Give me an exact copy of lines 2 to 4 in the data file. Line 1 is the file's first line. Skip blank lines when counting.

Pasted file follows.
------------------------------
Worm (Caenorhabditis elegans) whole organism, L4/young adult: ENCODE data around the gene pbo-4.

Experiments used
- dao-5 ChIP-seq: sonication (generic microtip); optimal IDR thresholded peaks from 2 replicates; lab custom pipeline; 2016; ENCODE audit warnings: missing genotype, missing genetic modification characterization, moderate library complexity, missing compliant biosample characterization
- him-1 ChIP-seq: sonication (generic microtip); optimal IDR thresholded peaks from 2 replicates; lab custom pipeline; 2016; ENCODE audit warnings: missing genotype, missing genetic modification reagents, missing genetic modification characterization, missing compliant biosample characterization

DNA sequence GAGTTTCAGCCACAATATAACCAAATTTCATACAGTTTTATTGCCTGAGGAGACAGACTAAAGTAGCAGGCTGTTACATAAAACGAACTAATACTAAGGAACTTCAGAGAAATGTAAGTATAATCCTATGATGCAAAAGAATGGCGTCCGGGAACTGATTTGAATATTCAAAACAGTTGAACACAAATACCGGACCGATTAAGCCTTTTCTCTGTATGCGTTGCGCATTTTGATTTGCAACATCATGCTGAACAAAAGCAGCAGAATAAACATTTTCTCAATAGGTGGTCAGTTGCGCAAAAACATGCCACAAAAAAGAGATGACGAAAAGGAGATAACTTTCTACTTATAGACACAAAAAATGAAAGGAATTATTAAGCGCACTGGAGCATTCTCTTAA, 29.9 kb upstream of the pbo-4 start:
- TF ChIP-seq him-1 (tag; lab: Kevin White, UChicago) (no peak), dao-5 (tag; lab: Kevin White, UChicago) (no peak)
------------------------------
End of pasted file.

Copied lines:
Experiments used
- dao-5 ChIP-seq: sonication (generic microtip); optimal IDR thresholded peaks from 2 replicates; lab custom pipeline; 2016; ENCODE audit warnings: missing genotype, missing genetic modification characterization, moderate library complexity, missing compliant biosample characterization
- him-1 ChIP-seq: sonication (generic microtip); optimal IDR thresholded peaks from 2 replicates; lab custom pipeline; 2016; ENCODE audit warnings: missing genotype, missing genetic modification reagents, missing genetic modification characterization, missing compliant biosample characterization